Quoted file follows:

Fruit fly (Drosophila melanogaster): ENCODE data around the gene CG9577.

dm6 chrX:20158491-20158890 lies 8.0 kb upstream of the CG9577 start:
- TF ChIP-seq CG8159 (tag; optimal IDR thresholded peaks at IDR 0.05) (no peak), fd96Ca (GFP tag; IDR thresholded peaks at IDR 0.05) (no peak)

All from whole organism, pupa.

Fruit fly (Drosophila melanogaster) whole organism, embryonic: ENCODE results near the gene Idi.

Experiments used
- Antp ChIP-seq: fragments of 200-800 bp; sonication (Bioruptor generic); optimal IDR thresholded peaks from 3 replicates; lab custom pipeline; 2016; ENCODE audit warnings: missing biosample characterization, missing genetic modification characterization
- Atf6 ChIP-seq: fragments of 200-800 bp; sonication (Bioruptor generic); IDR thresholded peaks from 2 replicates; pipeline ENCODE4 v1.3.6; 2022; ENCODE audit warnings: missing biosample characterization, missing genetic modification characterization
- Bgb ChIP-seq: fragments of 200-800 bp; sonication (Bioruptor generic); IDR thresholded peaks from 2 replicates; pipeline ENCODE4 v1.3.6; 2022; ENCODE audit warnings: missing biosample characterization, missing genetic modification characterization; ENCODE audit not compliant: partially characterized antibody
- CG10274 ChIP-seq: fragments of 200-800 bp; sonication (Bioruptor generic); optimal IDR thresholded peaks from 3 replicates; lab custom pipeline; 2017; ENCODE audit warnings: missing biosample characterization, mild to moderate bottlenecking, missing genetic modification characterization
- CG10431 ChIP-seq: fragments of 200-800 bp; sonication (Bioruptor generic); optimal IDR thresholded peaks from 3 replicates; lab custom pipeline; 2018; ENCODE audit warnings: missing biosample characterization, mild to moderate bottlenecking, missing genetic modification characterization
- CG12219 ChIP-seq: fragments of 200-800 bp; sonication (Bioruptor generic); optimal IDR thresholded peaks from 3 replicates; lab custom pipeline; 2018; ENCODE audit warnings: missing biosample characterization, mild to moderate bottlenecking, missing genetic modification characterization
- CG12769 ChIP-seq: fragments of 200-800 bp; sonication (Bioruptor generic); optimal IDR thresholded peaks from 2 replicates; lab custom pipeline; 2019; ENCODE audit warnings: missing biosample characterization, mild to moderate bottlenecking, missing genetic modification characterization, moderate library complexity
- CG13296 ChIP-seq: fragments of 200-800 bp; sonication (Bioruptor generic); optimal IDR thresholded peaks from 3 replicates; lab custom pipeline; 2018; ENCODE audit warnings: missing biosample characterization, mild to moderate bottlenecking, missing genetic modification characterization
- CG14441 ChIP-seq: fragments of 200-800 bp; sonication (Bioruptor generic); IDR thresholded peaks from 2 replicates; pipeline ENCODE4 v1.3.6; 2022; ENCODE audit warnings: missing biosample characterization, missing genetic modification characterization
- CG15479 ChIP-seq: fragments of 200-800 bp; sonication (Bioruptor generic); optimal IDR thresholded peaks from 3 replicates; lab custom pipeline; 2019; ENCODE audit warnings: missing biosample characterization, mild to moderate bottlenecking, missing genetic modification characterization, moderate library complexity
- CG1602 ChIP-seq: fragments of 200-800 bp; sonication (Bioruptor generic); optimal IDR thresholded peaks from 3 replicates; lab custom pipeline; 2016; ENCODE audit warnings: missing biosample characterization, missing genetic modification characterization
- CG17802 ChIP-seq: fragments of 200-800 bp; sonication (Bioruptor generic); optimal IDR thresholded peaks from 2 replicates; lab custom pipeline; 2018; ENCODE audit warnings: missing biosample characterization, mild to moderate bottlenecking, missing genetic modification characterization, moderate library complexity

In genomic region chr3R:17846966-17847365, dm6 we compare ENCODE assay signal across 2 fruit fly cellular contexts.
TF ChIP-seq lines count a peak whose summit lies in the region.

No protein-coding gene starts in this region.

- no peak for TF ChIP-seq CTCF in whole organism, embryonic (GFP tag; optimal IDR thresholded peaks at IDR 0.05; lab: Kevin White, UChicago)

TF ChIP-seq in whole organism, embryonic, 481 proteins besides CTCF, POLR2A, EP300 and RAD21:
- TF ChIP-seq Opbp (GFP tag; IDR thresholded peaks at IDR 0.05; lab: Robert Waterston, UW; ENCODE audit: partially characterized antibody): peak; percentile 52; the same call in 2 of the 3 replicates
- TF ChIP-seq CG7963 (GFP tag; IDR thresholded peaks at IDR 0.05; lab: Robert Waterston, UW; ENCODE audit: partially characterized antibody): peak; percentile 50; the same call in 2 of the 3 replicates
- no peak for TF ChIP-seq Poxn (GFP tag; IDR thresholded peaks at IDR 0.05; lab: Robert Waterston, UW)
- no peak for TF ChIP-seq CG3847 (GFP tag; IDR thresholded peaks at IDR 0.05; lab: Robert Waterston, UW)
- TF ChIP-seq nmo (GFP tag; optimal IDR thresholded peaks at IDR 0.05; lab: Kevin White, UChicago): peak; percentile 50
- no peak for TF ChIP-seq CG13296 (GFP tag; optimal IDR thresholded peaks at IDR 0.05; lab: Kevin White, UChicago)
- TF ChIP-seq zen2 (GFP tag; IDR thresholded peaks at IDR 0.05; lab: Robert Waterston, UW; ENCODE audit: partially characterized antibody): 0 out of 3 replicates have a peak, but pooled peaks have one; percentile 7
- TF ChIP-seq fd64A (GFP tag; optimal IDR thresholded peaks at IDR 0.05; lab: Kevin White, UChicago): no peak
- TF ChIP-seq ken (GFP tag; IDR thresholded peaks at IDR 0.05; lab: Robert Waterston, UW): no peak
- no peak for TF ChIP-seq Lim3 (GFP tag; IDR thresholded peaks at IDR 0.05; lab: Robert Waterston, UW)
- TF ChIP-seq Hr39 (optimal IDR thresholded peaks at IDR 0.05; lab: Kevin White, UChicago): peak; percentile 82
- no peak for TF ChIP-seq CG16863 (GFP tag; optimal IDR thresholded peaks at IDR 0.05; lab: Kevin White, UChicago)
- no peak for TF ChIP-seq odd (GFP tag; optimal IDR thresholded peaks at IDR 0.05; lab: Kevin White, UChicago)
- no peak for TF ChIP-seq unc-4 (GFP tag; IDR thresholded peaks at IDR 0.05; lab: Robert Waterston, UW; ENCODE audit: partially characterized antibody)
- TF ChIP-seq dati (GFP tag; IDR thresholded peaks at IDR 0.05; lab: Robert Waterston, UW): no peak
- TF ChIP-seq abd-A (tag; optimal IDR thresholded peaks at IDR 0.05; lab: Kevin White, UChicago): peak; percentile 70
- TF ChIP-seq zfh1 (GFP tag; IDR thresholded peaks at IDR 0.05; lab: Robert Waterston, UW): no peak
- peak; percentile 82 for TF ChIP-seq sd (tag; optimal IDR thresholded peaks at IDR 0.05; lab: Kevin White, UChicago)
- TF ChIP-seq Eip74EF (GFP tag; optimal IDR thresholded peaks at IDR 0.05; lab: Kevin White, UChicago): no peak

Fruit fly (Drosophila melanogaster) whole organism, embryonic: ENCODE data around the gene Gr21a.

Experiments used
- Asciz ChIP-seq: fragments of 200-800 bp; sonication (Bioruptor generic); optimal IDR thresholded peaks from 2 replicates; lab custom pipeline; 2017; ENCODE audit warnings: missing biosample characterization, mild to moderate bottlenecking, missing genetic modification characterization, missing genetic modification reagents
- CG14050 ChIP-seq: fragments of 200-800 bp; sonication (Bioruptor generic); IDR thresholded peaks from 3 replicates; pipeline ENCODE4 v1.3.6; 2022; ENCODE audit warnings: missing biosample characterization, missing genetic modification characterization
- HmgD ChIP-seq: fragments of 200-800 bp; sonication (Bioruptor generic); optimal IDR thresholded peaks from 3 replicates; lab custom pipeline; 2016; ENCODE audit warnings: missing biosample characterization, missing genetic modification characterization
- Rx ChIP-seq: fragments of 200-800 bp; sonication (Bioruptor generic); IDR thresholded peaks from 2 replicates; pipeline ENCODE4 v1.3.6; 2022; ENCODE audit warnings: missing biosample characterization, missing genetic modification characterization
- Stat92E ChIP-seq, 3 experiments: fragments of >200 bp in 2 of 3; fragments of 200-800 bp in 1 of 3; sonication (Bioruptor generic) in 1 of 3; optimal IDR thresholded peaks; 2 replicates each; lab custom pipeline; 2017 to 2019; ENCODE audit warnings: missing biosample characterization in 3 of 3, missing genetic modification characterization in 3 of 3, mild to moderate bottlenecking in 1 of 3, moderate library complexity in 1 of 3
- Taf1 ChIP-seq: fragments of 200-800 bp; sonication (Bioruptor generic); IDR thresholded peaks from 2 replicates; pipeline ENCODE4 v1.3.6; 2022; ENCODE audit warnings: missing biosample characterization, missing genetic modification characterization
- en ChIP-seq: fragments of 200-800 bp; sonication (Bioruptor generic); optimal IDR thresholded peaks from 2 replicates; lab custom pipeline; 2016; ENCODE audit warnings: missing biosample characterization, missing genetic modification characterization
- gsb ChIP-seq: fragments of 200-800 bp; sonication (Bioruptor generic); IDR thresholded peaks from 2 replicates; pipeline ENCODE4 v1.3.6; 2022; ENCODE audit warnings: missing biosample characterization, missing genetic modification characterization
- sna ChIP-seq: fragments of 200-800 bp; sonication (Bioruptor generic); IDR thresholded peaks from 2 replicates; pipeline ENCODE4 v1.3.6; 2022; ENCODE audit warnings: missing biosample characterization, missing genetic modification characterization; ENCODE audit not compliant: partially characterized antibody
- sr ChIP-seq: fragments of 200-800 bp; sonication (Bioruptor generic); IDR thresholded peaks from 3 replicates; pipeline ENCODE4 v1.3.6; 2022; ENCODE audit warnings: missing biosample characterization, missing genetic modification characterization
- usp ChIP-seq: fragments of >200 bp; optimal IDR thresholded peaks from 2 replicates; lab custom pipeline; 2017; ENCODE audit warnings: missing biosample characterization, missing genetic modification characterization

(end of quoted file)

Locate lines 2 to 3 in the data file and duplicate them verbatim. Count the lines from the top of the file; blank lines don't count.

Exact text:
dm6 chrX:20158491-20158890 lies 8.0 kb upstream of the CG9577 start:
- TF ChIP-seq CG8159 (tag; optimal IDR thresholded peaks at IDR 0.05) (no peak), fd96Ca (GFP tag; IDR thresholded peaks at IDR 0.05) (no peak)